The normal person who cuts my hair was out today, but I put my name on the list anyway. While waiting, another hairdresser was in the front area consulting with a woman who was getting highlights. It was evident that she either had a lot of knowledge, or that she was clueless. My knowledge of coloring and “W’s” and “V’s” etc. is sufficiently lacking to where I couldn’t tell the difference. When she later called my name, I decided to risk my image to her with a certain unestablished trust.
Immediately following a short discussion on what I typically did, she gave me her opinion of what she’d like to do with my hair. There was a ring to her voice and a confidence despite her fresh-out-of-high school appearance that I felt no need to protect against. I went along with her suggestion because there was a feeling in me that good things could happen if she were given free artistic reign. Besides, I’m past the age of knowing what good style is anymore anyway.
In the conversation, she explained that she loved her job. She said it was depressing to her that so many people spend so much time at their jobs when they don’t like what they do. She talked about how when she’s not at work, she’s constantly observing people and how they put themselves together (some of which would benefit from a step into her chair.)
Her energy remind me of a conversation I had long ago at an art showing in San Francisco. While my girlfriend at the time supported her cousin with her exhibit, I was getting water in the lobby. An indian with thick glasses, who was so tall he stooped, happened to be standing alone in the lobby. Rather than maintain the two pockets of individual awkwardness there, I nodded and said hi to him. His eyes awkwardly darted to other parts of the room, but I pressed him anyway.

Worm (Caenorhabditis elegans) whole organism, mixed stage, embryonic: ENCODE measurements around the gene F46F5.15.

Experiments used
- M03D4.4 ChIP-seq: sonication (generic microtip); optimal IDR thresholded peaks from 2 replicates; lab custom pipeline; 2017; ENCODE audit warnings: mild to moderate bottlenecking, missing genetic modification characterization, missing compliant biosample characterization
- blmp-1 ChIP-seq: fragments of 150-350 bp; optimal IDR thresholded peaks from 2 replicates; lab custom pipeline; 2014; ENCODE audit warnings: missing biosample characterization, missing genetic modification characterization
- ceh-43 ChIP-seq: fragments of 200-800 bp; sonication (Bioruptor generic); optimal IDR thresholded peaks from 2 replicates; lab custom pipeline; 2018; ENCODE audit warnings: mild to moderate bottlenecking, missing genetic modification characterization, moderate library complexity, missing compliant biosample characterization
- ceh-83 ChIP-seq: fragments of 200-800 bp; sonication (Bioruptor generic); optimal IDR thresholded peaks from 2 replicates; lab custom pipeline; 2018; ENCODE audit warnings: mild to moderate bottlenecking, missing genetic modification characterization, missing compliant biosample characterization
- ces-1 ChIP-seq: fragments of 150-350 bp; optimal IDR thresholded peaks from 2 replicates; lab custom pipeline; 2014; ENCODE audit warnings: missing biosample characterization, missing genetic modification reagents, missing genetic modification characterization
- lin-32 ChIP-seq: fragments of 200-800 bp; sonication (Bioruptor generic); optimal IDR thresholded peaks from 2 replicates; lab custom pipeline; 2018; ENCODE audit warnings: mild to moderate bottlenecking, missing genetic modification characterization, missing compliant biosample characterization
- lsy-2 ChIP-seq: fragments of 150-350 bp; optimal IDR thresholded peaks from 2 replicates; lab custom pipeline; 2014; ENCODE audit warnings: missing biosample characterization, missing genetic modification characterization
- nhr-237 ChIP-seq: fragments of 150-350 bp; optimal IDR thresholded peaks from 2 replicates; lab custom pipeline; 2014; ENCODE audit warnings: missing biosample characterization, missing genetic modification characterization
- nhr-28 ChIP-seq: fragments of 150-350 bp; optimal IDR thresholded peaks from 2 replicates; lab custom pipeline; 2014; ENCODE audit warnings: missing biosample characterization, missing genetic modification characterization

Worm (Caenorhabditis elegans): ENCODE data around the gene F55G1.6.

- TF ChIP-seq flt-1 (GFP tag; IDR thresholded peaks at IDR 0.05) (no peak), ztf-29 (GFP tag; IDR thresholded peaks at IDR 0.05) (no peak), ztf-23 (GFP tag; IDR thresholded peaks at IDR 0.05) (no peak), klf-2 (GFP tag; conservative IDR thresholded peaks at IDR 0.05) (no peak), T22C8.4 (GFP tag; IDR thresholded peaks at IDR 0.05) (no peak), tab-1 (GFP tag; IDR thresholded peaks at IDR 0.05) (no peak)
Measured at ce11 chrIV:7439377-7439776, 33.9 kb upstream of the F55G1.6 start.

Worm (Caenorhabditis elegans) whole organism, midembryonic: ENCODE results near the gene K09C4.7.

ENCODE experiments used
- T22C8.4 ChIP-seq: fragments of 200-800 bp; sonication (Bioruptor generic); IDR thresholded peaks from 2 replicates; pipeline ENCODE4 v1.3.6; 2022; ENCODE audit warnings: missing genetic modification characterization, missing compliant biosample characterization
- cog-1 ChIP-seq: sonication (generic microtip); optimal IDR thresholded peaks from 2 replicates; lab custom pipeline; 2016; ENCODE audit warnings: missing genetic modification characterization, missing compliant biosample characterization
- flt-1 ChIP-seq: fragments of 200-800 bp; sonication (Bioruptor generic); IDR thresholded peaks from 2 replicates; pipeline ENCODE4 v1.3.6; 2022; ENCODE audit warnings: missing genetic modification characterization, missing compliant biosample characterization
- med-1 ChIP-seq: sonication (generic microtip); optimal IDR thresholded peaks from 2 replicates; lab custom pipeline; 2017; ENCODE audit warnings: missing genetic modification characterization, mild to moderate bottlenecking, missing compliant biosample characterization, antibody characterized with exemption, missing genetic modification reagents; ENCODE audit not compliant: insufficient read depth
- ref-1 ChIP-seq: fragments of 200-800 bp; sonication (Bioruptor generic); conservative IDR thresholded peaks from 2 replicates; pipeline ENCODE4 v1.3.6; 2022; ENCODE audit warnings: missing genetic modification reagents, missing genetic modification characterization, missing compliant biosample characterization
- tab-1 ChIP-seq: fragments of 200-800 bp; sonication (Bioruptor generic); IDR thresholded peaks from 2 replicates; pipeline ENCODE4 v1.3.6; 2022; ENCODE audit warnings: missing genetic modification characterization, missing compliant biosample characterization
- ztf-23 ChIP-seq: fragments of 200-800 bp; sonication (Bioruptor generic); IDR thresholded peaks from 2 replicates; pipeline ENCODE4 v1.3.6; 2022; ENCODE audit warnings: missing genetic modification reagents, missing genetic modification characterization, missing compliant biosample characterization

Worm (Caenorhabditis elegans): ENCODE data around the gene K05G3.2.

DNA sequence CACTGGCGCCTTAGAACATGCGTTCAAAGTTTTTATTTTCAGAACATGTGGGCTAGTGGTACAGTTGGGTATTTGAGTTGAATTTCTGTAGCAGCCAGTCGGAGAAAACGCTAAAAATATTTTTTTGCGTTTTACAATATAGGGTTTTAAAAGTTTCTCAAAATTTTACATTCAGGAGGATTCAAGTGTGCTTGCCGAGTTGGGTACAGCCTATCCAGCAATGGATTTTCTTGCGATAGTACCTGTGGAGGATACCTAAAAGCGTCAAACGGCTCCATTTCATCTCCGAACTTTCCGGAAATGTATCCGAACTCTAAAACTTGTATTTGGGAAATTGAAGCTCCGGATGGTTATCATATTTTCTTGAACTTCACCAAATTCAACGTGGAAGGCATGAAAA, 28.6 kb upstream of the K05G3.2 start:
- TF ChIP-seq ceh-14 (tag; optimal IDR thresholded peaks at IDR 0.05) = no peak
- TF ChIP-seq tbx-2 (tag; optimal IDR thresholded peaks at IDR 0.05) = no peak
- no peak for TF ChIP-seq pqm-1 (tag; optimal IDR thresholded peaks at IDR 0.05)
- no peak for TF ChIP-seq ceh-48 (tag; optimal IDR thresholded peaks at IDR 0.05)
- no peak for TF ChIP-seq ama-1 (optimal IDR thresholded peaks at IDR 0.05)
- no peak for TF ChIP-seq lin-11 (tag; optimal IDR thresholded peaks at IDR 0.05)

I found out that he was a programmer. When I asked him how he got his start, he underwent a transition in front of me as his awkwardness morphed into enthusiasm. He was the guy who gave personality to those weird little Microsoft characters like the paperclip that tapped on your screen, or the dog that sniffed when you did a search. His eyes widened and the muscles in his shoulders and face relaxed as he told me of people he imagined who were working on their computers all day. He said that it makes him happy knowing that he’d had the opportunity to make someone he would never meet smile from their interaction with one of his creations. I spent the rest of my time talking with him about his work.
I’m always fascinated when I talk with someone who really loves what they do. I’m so interested that I’ve spent time studying it. The coolest thing I’ve learned is that it is a skill. Skills can be learned. Love for what you do is teachable. It turns out, that you don’t have to “find your passion” as so many assume and as so many motivational speakers profess. You just have to bring your passion with you and build as you go. Some people create that “love” for what they do deliberately, but most stumble upon it accidentally. Regardless, it is a skill, and it can be developed. People who love what they do have several commonalities. as follows are major components:
They See Themselves as Self-Employed.
This concept is a favorite of sales and business philosopher Brian Tracy. He has made popular the idea that top performers in every field see themselves as self-employed. Even though they get a paycheck, they are really self employed and see it as their duty to create a positive experience for their customer. They want to build that relationship by bringing exceptional value to their customer. In some cases, they see their employer as their customer because, in effect, they are selling a service to that employer. They also see that the more value they provide, not only does their value to the employer go up, but their happiness does as well. They know that they are providing value, which directly affects their self esteem. A person who is showing up at work, and not giving their best is subconsciously destroying their self esteem because they’re not delivering their potential. They know they can do better, but they don’t, therefore their ability begins to shrink with their self esteem. Just like muscle will weaken through lack of use, a person’s skills atrophy if not used. The opposite is true. The more a person contributes, the greater their potential to contribute in the future becomes.
They Aren’t Deterred by the Talk or Perceived Thoughts of others.